He tackles business writing by helping you wrestle with the six basic purposes for writing, including “to persuade your reader” (think board reports, donor letters and requests for raises). Then (and this is refreshingly on target) think about your audience: Who are they? What do they know? What do they feel? And how can you motivate them? (Four cheers from the Customer Bucket!).
Words matter. In The Wall Street Journal’s Saturday column, “Word Craft,” a new contributor is featured each week on the art of writing and speaking. Hmmm. Must be important to business leaders. (Boring? Not! A recent column by Dilbert cartoonist Scott Adams was hilarious. Notice that I wrote “hilarious,” preferable to the worn-out “LOL.”)
To order this book from Amazon, click on the graphic below: Keys to Great Writing, by Stephen Wilbers.
Your Weekly Staff Meeting Questions:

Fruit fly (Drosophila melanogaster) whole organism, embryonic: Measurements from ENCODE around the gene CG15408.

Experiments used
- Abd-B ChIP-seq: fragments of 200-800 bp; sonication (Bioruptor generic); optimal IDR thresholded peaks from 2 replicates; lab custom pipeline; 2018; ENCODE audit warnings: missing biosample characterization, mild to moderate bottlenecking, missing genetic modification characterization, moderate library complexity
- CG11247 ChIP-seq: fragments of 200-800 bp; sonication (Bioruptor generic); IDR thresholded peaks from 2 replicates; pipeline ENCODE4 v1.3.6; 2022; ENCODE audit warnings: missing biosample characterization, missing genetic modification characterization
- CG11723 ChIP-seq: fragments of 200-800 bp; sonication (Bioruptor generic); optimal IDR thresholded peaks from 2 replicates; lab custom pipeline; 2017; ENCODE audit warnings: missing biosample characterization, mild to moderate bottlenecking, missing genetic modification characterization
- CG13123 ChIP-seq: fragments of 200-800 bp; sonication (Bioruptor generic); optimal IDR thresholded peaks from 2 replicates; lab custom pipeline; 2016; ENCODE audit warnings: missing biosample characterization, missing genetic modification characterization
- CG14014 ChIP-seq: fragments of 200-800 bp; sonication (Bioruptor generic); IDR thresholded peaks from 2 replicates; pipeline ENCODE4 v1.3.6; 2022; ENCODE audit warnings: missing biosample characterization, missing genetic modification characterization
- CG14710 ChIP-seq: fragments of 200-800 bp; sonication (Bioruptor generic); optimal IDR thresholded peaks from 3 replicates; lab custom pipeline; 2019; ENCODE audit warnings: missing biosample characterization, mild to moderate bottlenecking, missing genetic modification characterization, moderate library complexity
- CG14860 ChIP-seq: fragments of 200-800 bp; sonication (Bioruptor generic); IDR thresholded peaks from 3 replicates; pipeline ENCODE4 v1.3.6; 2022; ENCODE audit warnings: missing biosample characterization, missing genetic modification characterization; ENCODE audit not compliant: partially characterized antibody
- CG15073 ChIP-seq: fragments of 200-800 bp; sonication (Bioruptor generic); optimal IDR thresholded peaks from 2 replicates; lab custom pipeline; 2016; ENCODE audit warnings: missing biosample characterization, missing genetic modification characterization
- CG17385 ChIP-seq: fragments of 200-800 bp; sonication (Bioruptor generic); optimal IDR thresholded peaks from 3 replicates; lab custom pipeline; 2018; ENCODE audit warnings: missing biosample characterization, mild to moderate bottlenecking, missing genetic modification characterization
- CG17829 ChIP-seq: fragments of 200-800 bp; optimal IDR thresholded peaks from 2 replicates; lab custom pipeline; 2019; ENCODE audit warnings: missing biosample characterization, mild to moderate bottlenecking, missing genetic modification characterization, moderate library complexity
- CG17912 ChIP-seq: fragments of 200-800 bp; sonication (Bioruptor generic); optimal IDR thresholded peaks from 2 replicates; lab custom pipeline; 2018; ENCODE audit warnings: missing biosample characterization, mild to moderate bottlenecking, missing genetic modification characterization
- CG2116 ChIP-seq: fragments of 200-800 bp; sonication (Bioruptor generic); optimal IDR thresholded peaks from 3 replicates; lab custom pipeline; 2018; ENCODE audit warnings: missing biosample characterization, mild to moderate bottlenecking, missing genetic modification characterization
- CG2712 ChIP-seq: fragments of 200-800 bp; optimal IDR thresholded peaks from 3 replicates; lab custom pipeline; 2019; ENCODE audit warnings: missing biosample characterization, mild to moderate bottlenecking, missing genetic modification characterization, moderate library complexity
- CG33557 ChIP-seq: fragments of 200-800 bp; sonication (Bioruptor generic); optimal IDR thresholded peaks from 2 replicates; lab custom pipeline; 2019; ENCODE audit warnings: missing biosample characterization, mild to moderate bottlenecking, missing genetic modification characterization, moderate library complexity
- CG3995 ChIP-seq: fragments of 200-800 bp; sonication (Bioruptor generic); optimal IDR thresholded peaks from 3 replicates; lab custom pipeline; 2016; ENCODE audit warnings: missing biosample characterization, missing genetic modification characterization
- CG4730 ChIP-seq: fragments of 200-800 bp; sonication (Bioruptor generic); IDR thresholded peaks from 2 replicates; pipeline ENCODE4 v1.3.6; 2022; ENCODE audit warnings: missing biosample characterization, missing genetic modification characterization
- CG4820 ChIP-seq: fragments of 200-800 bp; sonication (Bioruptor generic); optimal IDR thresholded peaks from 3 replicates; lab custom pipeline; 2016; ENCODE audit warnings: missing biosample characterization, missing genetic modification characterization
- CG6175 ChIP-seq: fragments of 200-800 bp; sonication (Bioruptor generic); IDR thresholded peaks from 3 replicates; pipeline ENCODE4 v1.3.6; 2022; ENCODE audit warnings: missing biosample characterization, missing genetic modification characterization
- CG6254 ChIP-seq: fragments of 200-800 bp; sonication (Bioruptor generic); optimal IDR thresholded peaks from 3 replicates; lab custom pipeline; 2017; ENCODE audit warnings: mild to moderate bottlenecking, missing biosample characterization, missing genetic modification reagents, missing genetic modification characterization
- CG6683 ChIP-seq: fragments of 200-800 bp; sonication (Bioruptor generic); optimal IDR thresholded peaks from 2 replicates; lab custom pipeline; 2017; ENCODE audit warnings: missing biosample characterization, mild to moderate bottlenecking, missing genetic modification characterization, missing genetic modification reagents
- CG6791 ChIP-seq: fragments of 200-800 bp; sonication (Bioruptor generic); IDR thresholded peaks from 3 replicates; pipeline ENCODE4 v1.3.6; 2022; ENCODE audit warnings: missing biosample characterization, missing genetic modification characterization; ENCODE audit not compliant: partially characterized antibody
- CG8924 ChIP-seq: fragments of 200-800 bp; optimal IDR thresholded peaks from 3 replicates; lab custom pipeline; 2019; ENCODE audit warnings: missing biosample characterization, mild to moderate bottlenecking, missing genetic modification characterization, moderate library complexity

1) In The Wall Street Journal’s “Word Craft” column, Alexander McCall Smith (author of the No. 1 Ladies’ Detective Agency series) comments on the art of writing: “The real aim, of course, is conciseness. Concise prose knows what it wants to say, and says it. It does not embellish, except occasionally, and then for dramatic effect. It is sparing in its use of metaphor. And it is certainly careful in its use of adjectives. Look at the King James Bible, that magnificent repository of English at the height of its beauty. The language used to describe the creation of the world is so simple, so direct. ‘Let there be light, and there was light.’ That sentence has immense power precisely because there are no adjectives. If we fiddle about with it, we lose that. ‘Let there be light, and there was a sort of matutinal, glowing phenomenon that slowly transfused, etc.’ No, that doesn't work.” Where do you go for inspiration on effective writing?